I got on with figuring out the drive mechanism in the meantime, the vertical rotation of the pedals is converted to horizontal rotation of the flywheel and throwing head by a pair of bevel gears. I've never cut gears before, I've gathered some equipment in preparation for making a couple of missing change gears for my lathe but have not got around to doing any yet. I was a bit taken aback by just how complicated bevel gears are. To make the drive mechanism with the gears and the bicycle hub work, I had to make the bevel gears a specific diameter (5 1/2") at the large end so that the bicycle hub would clear the vertical drive shaft. Unfortunately, all the calculations for bevel gears are based on the diameter of the small inner end. I spent about 3 hours making calculations and entering them into an online gear calculator until I came up with a 40-tooth 12DP 45 degree bevel gear 1 inch thick which would (a) give me the 5 1/2" large diameter and (b) use an involute gear cutter that I already had. Bevel gears don't even use a sensible gear cutter, you use a cutter for a number of teeth on some theoretical, non-existent gear based on the pitch circle of your bevel gear multiplied by some kind of voodoo spell. Anyway, I had the appropriate cutter so happy days.
I whittled away at the round lump of a casting until I had a gear blank of the appropriate dimensions. Made an arbor to mount the blanks in the lathe and in the dividing head, the two gears have different bores so the arbor is double-ended with a 25mm spigot one end and 37mm (diameter of the appropriate part of the bicycle hub) the other end.

I removed the  vertical attachment from the mill- hopefully for the last time as the J-head graft is (I hope) my next project- and got the dividing head set up to 45 degree tilt and centred on the involute cutter

The 40-tooth gear happily took away one of the dividing tasks as my dividing head is 40:1 so, one revolution of the handle per tooth and back to the same hole.  Bevel gear teeth are cut in 3 passes; one cut down the centre, then the table is stepped across half the pitch distance and the dividing head rotated half the index angle and a second cut is made, the cutter enters the cut through the same gap that it cut previously but then cuts a tapered path toward the heel. For the third pass, the setup is stepped across the same way in the opposite direction and the other side of the tooth gap is cut. This results in the tooth gap having a matching taper to the tooth. Apparently you can delete the first, central cut and do it in two passes but the book I was using recommended three passes. That's 120 cuts per gear.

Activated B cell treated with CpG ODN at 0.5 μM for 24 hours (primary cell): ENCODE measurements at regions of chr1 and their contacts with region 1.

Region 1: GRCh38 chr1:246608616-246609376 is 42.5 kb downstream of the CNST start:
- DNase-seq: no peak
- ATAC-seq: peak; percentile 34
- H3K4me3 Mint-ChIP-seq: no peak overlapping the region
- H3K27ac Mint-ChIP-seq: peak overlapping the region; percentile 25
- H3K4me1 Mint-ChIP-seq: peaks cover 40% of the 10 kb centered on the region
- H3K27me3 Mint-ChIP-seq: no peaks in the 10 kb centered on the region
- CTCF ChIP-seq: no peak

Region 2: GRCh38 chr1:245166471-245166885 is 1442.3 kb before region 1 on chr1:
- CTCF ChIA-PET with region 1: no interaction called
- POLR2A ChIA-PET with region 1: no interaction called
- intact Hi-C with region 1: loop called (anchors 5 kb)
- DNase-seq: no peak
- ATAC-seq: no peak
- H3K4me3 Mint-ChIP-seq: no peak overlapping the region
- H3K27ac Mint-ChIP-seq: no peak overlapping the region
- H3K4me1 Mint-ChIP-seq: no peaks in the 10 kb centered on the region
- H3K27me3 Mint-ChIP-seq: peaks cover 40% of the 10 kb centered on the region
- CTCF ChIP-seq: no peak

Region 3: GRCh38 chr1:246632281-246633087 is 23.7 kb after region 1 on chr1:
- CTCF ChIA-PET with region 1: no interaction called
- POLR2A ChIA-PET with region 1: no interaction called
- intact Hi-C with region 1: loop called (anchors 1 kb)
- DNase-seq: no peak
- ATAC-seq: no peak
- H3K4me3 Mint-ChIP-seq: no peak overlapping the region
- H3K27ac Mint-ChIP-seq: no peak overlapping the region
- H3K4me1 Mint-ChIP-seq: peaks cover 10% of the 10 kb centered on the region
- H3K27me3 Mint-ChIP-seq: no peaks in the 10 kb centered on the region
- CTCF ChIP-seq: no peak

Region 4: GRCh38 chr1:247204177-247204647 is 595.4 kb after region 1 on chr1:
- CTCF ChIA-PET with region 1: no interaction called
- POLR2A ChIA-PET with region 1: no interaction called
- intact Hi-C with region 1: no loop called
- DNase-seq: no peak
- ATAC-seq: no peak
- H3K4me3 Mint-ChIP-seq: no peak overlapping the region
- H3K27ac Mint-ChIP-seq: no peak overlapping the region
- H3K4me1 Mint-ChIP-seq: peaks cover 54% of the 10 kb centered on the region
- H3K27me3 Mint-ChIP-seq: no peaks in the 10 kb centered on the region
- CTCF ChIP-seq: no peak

First cut:

Used my poor-man's DRO to step the table across accurately between cuts

Final cut (one gear) three hours later:

The second gear was cut from a piece of aluminium plate stock of unknown grade that I had lying around, just large enough to have the gear blank hidden inside it. The cast blank was nicer to machine than this piece of stock, end result was much the same though. I sped up the X-feed slightly for the second and third passes on this gear, took only 45 minutes for the 40 cuts rather than an hour. I've already posted a photo of the gears but here they are again

Yes that is the throwing head they are sitting on, I've got some photos of that to put up next time I get a chance to post.
Incredible job on the gears Pete.
So you angle the indexing head to the table axis to make the second and third cut ? Makes sense, how did you measure the angle ?
(03-08-2018, 06:17 PM)f350ca Wrote: [ -> ]Incredible job on the gears Pete.
So you angle the indexing head to the table axis to make the second and third cut ? Makes sense, how did you measure the angle ?

Thanks for the compliment Greg. The dividing head stays in line with the X-axis, to make the second cut the table is moved across in the Y axis by half of the chordal thickness- which is the thickness of the tooth at the chordal circumference- and then the dividing head is rotated back by 1/4 of the index angle; i.e. one quarter turn of the 40:1 crank handle for my 40-tooth gear. This brings the gap at the small end of the tooth right back to the position in space where the first cut was taken, but moves the big end of the gear to a different position, best way I could understand this was by keeping in mind that the circumference is bigger at the big end, therefore the big end rotates a greater distance when you turn the crank, so moving the table across the same distance that the small end rotated, brings the small end back to where it started but places the big end in a different point in space, so the cutter theoretically doesn't touch the sides as it enters at the small end, but cuts a gradually thicker swathe at it moves along the tooth.
I found this all very difficult to get my head around; I used a book called 'Gears and Gear Cutting' by Ivan Law which presents this complex, difficult to understand information in a complex, difficult to understand format. Big Grin  I perused a couple of websites and between various sources of info I was able to understand it enough to perform the tasks. I can't claim to properly understand the relationship between the gear surfaces that this creates. This is called a 'parallel depth' bevel, apparently a bit of a compromise tooth form, to get a true bevel tooth form requires specialised equipment where the blank moves during the cut. Maybe I'll try that next time Rotfl
Strangely enough Pete that makes sense, but never in my wildest dreams would have thought of it.
Pages: 1 2